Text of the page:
On behalf of our team at Key Ministry, I’d like to extend an invitation to pastors, ministry leaders, volunteers and individuals interested in ministry with children, adults and families impacted by disability to join us in Cleveland on April 24-25 for Inclusion Fusion Live 2020 (#IFL2020), our third national conference designed to bring church leaders and families together to share ideas to advance the disability ministry movement taking root throughout the worldwide church.

Last year’s conference was a huge success. We welcomed well in excess of 300 attendees from 25 of the 50 states. We had in excess of 100,000 views of our main stage presentations during the livestream and following the conference on our Facebook or Vimeo pages. Our day-long intensives on starting a special needs ministry and launching a mental health inclusion strategy were very well-attended. New relationships and collaborations were formed and a great time of worship and fellowship was had by both Christians serving in disability ministry and families affected by disability.

Our team began praying about and planning for #IFL2020 soon after IFL 2019 was complete. Around the same time, we were invited by the Tim Tebow Foundation to become one of nine recommended organizations to help churches build upon their Night To Shine events through expanding ministries to children and adults with special needs throughout the year. Our staff was drawn to the idea of serving as a light to draw attention to the urgent need for more churches to become intentional in their ministry with children and adults with disabilities. We were led to select Illuminate as the theme of our 2020 conference. We’re hopeful #IFL2020 will reflect the spirit of Ephesian 5:13-14:

But when anything is exposed by the light, it becomes visible, for anything that becomes visible is light.

We want people who take the time to attend our conference to come away with something new they can use to advance ministry in their church or to promote spiritual growth – new ideas, new resources and new relationships. That’s where you come in!

Our Program Committee is seeking knowledgable and dynamic speakers to offer workshops (75 minute, in depth presentations on topics of interest to either ministry leaders or families, featuring one or two presenters) and briefer “Quick Takes” – 15 minute TED Talk – type presentations livestreamed from our main stage that introduce new ideas or inspire churches and individual Christians to grow their ministries.

We’re especially interested in extending the invitation to speak to ministry leaders with great ideas or experience laboring in relative obscurity who long for the opportunity to share with a larger audience. Our team knows what it’s like to feel like the outsiders looking in at ministry world. Nobody who’s part of our larger family in Christ should feel like an outsider. Ever.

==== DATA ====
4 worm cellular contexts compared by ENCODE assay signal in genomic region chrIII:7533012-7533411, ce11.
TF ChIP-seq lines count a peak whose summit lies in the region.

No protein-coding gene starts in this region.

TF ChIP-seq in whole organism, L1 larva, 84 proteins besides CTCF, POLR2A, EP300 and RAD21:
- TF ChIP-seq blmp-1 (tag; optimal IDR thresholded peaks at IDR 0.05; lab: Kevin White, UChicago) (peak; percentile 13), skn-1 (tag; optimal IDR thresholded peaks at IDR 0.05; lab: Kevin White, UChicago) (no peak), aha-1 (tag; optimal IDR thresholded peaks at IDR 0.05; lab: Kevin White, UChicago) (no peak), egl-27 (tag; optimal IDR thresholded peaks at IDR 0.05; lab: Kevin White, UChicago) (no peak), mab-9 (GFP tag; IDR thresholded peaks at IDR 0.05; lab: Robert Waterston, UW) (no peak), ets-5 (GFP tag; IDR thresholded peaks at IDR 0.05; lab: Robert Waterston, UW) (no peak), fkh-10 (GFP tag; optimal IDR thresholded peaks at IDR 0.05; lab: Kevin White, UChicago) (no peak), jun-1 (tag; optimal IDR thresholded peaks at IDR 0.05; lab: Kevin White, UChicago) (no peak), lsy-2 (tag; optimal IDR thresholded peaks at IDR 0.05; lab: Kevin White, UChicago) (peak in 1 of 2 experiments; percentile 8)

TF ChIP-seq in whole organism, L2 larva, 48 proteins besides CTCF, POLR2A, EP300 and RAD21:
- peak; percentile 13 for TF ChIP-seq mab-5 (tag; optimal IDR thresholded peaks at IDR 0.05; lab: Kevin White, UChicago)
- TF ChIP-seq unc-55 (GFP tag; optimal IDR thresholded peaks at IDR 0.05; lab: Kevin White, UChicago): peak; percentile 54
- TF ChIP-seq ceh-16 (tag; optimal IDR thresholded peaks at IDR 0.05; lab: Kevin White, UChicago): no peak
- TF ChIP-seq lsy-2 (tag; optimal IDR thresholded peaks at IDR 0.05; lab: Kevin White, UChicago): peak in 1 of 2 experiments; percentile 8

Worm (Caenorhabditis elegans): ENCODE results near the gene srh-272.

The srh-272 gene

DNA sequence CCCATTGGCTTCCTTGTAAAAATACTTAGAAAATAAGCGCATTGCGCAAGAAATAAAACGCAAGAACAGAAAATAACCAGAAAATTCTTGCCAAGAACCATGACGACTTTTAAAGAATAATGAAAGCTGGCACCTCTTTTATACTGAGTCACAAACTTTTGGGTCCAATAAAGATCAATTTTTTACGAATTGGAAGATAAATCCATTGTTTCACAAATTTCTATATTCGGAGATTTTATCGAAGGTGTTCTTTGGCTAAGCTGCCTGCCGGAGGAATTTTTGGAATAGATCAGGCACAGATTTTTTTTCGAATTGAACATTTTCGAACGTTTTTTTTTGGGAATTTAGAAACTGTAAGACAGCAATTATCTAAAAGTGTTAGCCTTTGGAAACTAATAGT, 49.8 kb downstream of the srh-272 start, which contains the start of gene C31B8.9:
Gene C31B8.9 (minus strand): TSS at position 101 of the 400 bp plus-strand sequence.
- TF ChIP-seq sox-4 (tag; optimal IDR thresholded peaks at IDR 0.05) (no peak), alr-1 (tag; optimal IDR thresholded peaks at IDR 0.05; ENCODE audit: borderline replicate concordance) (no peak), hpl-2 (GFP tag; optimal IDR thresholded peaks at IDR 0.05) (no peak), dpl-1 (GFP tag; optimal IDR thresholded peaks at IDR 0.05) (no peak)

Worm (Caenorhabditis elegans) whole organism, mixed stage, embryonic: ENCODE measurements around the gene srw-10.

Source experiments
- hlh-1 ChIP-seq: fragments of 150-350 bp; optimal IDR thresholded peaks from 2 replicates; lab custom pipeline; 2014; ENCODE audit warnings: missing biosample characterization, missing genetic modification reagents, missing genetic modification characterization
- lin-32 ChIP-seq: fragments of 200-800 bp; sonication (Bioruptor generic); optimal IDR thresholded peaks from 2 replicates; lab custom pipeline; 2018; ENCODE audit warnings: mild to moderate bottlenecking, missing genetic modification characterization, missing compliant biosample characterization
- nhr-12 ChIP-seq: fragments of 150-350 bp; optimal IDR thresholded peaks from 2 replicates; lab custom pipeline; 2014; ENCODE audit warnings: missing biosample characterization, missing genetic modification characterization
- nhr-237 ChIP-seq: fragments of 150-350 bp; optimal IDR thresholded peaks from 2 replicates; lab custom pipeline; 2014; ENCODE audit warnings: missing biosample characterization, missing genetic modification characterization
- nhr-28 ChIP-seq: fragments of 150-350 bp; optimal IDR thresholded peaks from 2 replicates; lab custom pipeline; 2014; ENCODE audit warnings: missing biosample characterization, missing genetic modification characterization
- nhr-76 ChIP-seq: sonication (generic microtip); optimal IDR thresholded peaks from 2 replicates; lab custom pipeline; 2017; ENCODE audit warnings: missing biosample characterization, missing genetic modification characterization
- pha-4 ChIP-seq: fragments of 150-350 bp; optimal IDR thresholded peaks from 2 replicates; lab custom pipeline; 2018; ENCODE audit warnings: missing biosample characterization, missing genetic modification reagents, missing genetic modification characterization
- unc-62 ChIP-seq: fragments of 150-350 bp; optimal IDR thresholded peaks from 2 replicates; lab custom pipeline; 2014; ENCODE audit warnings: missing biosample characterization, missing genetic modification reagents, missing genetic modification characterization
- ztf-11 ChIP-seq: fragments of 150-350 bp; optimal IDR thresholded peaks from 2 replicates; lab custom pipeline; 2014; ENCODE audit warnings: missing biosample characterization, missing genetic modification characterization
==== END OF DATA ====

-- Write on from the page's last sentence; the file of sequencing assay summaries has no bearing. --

With that said, the application process is competitive. Submission of a proposal is not a guarantee of acceptance.We typically receive significantly more proposals than we can accept. We have a program committee that reviews all submissions for quality, interest and relevance. Proposals from first-time speakers are more likely to be accepted if accompanied by video for our committee to review. Workshops featuring two presenters from different organizations who present complimentary or divergent views on topics of interest to our audience are encouraged. In addition to our traditional areas of focus on special needs and mental health ministry, we hope to offer more sessions this year on trauma, adoption and foster care ministry.

While we are unavailable at this time to pay honoraria to speakers or cover their travel expenses (we seek to keep registration fees as low as possible for churches and families in order to maximize attendance), speakers will receive free admission to all conference events, including any ministry intensives for which additional charges apply along with free space among our vendor tables to share products and resources with the entire audience of #IFL2020.

Want to speak at our upcoming conference, or know someone who would like to? Click here to submit your proposal electronically. All submissions need to be received by 11:59 PM Eastern Standard time on Thursday, November 14. Notices of acceptance will be sent to speakers by Monday, November 18th, and speakers need to notify us of their participation by Friday, November 22nd. The timeline has been accelerated so that we can begin to promote the conference by December 1st with a complete list of speakers.

We’re looking forward to seeing many old friends – and meeting lots of new ones at #IFL2020 -Friday, April 24th and Saturday, April 25th at Bay Presbyterian Church in Bay Village (Cleveland) Ohio! If you missed last year’s conference, here’s a video of Janet Parshall’s featured presentation.


Interested in learning more about how the church can do more to welcome, care for and support families impacted by mental illness? Come join Dr. Grcevich and a great lineup of speakers on Saturday, November 9th at Winebrenner Theological Seminary for Mental Health and the Church, a half-day conference to learn how to better understand, embrace and respond to the uniqueness and gifts of those of us with mental health concerns. Registration is available here.